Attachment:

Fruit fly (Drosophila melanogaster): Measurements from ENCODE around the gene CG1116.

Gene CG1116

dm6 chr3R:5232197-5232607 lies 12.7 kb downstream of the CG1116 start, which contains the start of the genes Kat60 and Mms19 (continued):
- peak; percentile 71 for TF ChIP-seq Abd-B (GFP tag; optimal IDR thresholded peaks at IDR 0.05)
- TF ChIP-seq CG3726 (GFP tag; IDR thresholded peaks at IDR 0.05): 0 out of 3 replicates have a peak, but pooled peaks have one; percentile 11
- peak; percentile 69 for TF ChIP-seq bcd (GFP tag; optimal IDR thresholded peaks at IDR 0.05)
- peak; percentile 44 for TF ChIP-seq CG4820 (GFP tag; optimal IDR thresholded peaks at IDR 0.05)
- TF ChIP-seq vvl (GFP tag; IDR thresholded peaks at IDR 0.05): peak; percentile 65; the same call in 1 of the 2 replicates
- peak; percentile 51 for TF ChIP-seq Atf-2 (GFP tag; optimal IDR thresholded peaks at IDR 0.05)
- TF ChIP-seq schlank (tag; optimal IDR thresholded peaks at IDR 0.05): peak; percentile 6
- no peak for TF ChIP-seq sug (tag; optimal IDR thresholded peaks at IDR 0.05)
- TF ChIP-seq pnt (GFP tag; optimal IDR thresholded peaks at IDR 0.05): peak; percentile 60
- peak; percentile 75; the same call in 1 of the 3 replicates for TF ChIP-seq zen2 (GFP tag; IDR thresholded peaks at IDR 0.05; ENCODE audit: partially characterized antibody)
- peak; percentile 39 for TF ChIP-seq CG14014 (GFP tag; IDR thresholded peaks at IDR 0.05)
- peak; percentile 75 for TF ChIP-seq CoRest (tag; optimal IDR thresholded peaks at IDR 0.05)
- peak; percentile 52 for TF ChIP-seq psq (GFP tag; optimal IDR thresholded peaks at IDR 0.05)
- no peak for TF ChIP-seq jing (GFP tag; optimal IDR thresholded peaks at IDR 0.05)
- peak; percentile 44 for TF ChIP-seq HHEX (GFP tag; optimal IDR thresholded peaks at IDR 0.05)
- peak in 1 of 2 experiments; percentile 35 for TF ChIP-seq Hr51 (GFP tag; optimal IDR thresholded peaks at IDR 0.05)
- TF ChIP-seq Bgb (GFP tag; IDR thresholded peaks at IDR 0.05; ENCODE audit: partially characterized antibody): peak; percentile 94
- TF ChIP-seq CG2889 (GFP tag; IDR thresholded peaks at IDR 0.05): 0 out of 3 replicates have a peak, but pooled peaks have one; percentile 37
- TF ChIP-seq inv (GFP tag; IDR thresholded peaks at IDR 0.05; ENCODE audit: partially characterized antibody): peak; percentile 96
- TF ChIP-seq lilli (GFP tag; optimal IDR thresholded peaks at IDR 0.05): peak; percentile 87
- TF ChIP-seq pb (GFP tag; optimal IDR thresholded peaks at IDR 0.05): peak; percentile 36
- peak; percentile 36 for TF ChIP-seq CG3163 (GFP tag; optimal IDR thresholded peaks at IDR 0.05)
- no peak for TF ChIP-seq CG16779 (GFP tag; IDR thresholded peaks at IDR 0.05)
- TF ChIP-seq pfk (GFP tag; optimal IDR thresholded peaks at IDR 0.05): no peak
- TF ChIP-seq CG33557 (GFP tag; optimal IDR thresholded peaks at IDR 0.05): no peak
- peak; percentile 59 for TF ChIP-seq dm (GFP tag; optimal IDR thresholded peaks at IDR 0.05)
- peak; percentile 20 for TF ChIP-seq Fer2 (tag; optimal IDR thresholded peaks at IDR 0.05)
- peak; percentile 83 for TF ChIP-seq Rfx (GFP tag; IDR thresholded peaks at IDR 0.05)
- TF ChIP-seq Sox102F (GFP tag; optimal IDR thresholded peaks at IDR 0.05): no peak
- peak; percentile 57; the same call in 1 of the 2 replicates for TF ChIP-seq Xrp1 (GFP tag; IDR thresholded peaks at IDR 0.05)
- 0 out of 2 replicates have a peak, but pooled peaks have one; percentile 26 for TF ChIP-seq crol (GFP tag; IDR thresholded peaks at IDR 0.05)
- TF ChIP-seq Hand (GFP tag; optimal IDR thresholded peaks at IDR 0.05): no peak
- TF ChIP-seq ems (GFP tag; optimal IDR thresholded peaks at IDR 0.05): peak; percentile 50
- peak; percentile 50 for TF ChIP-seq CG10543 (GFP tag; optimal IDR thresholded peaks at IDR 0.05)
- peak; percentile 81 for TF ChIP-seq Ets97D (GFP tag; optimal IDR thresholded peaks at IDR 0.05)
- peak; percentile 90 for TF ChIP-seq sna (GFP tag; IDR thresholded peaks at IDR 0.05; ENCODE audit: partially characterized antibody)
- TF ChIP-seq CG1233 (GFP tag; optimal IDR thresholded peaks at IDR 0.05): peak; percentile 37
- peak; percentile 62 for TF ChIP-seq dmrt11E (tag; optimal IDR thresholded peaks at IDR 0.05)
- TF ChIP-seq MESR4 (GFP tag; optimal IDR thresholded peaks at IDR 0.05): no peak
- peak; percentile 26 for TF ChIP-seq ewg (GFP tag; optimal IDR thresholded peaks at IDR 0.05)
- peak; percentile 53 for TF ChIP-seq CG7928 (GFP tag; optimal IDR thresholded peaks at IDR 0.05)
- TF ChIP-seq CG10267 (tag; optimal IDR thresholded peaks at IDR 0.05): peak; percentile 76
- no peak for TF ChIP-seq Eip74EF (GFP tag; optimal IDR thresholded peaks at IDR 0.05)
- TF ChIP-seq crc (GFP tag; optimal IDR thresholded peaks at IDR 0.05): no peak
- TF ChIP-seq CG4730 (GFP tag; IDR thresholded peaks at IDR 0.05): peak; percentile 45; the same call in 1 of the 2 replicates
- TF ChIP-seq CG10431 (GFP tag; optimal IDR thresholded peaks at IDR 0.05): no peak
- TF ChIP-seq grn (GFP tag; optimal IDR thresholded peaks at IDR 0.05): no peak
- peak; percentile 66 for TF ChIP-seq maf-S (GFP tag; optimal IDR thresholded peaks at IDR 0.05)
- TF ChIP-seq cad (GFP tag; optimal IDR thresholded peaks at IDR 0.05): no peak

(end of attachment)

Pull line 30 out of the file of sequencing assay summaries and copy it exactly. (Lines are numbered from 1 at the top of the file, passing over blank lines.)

- peak; percentile 20 for TF ChIP-seq Fer2 (tag; optimal IDR thresholded peaks at IDR 0.05)